Tuesday, June 25, 2019

Pay farmers to improve slurry storage facilities, says report

January 2, 2019 by  
Filed under News & Business

Farmers could be paid to improve slurry stores, suggests an independent review which recommends a new regulator for UK agriculture.

Half the slurry systems on farms are thought to be inadequate, says the report. To reduce pollution risks, government ministers should consider financial incentives to farmers with poor or insufficient slurry storage facilities, it adds.

“Poor or insufficient slurry storage is an emerging issue,” the report warns. “Older tanks are breaking down. We are aware that there will be other emerging issues, and positive trends as well, but these are not systematically quantified or evaluated across farming as a whole.”

The Farm Inspection and Regulation Review recommends that the government establishes a new independent regulator to oversee the sector. As well as streamlining the current inspection process, it would offer farmers practical advice, guidance and help to incentivise good practice.

High standards

Local advisers would visit farmers to discuss issues such as biosecurity, soil quality or animal welfare, rather than turning up to impose an automatic sanction. In other words, the regulator would work with farmers rather then telling them what to do to ensure high standards.

Improving slurry storage systems is seen as a key part of this. So too are issues around the provision of other environmental benefits – which will be a major plank of government policy for farming as direct payments are phased out after Brexit.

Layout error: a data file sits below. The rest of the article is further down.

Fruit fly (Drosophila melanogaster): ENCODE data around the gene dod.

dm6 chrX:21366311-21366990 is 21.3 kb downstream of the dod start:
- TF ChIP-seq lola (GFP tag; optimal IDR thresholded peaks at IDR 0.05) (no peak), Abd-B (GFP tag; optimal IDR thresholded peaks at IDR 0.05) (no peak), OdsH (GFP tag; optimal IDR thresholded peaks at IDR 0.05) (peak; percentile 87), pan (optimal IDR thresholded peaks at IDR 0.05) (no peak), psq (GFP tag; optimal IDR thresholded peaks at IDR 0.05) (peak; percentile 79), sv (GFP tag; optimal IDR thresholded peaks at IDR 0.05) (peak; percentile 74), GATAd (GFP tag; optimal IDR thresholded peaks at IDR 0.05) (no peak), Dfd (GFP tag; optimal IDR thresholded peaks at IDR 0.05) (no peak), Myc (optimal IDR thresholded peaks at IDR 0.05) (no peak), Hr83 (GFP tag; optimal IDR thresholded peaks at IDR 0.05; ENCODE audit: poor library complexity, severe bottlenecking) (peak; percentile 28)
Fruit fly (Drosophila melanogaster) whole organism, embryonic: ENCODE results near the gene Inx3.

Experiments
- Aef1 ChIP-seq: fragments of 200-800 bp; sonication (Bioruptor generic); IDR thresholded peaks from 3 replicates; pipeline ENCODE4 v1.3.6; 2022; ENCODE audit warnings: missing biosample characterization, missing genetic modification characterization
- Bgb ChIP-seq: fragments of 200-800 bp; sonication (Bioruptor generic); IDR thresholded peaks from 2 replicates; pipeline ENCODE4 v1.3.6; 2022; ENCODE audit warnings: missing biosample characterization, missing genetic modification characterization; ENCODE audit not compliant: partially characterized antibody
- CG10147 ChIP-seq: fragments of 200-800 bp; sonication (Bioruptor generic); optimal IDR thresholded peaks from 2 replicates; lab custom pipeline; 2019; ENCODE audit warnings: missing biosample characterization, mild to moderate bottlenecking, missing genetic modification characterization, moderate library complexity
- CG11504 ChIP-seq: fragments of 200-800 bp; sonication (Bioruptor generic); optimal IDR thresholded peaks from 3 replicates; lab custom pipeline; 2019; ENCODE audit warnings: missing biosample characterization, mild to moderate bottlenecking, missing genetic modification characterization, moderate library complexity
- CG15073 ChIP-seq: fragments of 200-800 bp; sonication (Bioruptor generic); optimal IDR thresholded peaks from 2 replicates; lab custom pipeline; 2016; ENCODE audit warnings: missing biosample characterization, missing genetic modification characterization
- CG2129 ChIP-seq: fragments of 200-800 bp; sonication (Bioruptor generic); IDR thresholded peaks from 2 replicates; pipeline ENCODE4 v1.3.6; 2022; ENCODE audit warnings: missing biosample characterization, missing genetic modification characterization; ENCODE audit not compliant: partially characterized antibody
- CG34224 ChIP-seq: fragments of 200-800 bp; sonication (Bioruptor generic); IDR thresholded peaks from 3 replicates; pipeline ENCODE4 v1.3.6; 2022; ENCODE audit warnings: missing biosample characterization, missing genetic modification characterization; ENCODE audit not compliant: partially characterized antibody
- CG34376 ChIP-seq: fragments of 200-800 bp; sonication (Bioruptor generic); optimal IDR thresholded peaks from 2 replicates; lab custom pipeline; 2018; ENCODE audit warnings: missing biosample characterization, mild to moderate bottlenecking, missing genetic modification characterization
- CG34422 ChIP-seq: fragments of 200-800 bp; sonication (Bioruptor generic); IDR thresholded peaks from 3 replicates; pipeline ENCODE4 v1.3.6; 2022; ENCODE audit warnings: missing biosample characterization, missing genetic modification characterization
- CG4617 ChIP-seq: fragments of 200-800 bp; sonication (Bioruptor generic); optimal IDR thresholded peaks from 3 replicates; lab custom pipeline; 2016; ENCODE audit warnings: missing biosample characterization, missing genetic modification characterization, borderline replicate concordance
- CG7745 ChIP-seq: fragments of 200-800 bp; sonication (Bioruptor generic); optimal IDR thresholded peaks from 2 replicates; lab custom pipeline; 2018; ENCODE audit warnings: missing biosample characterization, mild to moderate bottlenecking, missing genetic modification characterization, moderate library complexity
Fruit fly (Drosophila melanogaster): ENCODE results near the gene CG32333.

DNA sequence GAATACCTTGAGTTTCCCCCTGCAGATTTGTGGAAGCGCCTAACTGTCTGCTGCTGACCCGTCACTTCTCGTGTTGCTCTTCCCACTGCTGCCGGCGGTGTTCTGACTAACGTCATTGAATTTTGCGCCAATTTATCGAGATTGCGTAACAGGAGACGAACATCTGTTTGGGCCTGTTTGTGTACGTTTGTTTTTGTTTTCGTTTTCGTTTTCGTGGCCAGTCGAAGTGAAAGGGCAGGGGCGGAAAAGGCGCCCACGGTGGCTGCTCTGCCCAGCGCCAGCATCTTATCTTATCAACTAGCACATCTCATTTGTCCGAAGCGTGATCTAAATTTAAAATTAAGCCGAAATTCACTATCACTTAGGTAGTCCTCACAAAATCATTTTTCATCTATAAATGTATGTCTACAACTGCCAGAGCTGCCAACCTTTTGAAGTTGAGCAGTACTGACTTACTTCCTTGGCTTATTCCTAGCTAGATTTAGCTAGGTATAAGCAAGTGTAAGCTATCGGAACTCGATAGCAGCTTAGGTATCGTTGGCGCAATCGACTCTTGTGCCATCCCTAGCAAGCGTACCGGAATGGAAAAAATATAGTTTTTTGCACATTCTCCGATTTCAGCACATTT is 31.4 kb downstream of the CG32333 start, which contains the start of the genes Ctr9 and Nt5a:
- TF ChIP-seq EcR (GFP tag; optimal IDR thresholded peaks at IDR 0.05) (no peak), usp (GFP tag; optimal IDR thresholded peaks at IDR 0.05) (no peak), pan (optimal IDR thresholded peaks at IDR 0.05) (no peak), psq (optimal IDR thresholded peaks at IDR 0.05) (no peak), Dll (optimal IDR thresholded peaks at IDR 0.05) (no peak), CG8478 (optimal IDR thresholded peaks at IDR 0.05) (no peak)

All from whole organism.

The report, which was commissioned by Defra secretary Michael Gove last year, also recommends better use of technology. It says satellites and drones could monitor field margins to make sure farmers are providing the environmental benefits they are contracted to deliver.

A move towards remote surveillance would make inspections more efficient for the regulator and less burdensome for the farmer, says the report. The new system would come into effect as the government introduces its post-Brexit policies for agriculture.

Responsible farmers

Dame Glenys said: “As things are, farmers are subject to a number of pernickety and sometimes nonsensical rules. There is little practical advice or guidance given to ensure compliance. Instead, automatic financial penalties have become the norm when at times they are unfair.”

Most farmers wanted to farm responsibly but some needed guidance, advice and support.

“A regulator should provide that , and explain why any change on the farm is needed,” said Dame Glenys. “Yes, sometimes swingeing sanctions are justified, but more often, more is achieved by a more supportive approach.”

The report says: “We recommend the government considers grants or guaranteed loans to redress poor or inadequate slurry storage. It should also consider whether there is a case for other infrastructure projects to be given priority and incentivisation.”

It adds: “The regulator should advise the government of the harms that can be addressed realistically only through financial incentives – and the scale of the problem.”

The government is expected to respond to the report in the coming weeks.

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